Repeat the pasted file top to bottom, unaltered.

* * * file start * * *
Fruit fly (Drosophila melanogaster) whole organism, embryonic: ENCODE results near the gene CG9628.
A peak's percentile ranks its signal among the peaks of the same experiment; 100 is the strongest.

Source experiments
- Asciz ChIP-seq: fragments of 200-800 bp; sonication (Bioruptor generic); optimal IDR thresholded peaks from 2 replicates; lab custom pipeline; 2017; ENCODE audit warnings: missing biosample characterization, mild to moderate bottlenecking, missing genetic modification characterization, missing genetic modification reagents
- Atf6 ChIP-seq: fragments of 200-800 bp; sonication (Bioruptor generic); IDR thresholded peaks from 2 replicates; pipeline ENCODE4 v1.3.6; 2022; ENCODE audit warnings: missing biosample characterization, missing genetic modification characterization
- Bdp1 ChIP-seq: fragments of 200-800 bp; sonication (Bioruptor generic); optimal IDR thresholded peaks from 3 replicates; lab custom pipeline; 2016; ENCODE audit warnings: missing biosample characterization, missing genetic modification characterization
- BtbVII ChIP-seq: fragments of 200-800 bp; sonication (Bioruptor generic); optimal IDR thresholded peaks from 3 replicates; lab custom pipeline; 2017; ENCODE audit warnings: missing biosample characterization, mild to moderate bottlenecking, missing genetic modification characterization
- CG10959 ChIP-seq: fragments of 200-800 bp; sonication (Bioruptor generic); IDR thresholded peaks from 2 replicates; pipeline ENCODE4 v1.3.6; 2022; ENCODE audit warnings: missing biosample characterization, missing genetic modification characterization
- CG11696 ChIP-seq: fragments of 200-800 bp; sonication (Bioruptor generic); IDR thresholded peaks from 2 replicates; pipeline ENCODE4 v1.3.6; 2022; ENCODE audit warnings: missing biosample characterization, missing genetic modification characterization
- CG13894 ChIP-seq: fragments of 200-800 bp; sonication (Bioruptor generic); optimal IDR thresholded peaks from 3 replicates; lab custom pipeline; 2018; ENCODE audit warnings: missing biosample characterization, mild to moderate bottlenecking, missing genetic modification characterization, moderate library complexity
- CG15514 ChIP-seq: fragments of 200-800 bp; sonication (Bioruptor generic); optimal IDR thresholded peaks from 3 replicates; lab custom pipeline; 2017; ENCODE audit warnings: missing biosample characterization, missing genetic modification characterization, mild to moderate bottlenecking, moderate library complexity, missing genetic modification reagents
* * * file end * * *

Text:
Fruit fly (Drosophila melanogaster) whole organism, embryonic: ENCODE results near the gene CG9628.
A peak's percentile ranks its signal among the peaks of the same experiment; 100 is the strongest.

Source experiments
- Asciz ChIP-seq: fragments of 200-800 bp; sonication (Bioruptor generic); optimal IDR thresholded peaks from 2 replicates; lab custom pipeline; 2017; ENCODE audit warnings: missing biosample characterization, mild to moderate bottlenecking, missing genetic modification characterization, missing genetic modification reagents
- Atf6 ChIP-seq: fragments of 200-800 bp; sonication (Bioruptor generic); IDR thresholded peaks from 2 replicates; pipeline ENCODE4 v1.3.6; 2022; ENCODE audit warnings: missing biosample characterization, missing genetic modification characterization
- Bdp1 ChIP-seq: fragments of 200-800 bp; sonication (Bioruptor generic); optimal IDR thresholded peaks from 3 replicates; lab custom pipeline; 2016; ENCODE audit warnings: missing biosample characterization, missing genetic modification characterization
- BtbVII ChIP-seq: fragments of 200-800 bp; sonication (Bioruptor generic); optimal IDR thresholded peaks from 3 replicates; lab custom pipeline; 2017; ENCODE audit warnings: missing biosample characterization, mild to moderate bottlenecking, missing genetic modification characterization
- CG10959 ChIP-seq: fragments of 200-800 bp; sonication (Bioruptor generic); IDR thresholded peaks from 2 replicates; pipeline ENCODE4 v1.3.6; 2022; ENCODE audit warnings: missing biosample characterization, missing genetic modification characterization
- CG11696 ChIP-seq: fragments of 200-800 bp; sonication (Bioruptor generic); IDR thresholded peaks from 2 replicates; pipeline ENCODE4 v1.3.6; 2022; ENCODE audit warnings: missing biosample characterization, missing genetic modification characterization
- CG13894 ChIP-seq: fragments of 200-800 bp; sonication (Bioruptor generic); optimal IDR thresholded peaks from 3 replicates; lab custom pipeline; 2018; ENCODE audit warnings: missing biosample characterization, mild to moderate bottlenecking, missing genetic modification characterization, moderate library complexity
- CG15514 ChIP-seq: fragments of 200-800 bp; sonication (Bioruptor generic); optimal IDR thresholded peaks from 3 replicates; lab custom pipeline; 2017; ENCODE audit warnings: missing biosample characterization, missing genetic modification characterization, mild to moderate bottlenecking, moderate library complexity, missing genetic modification reagents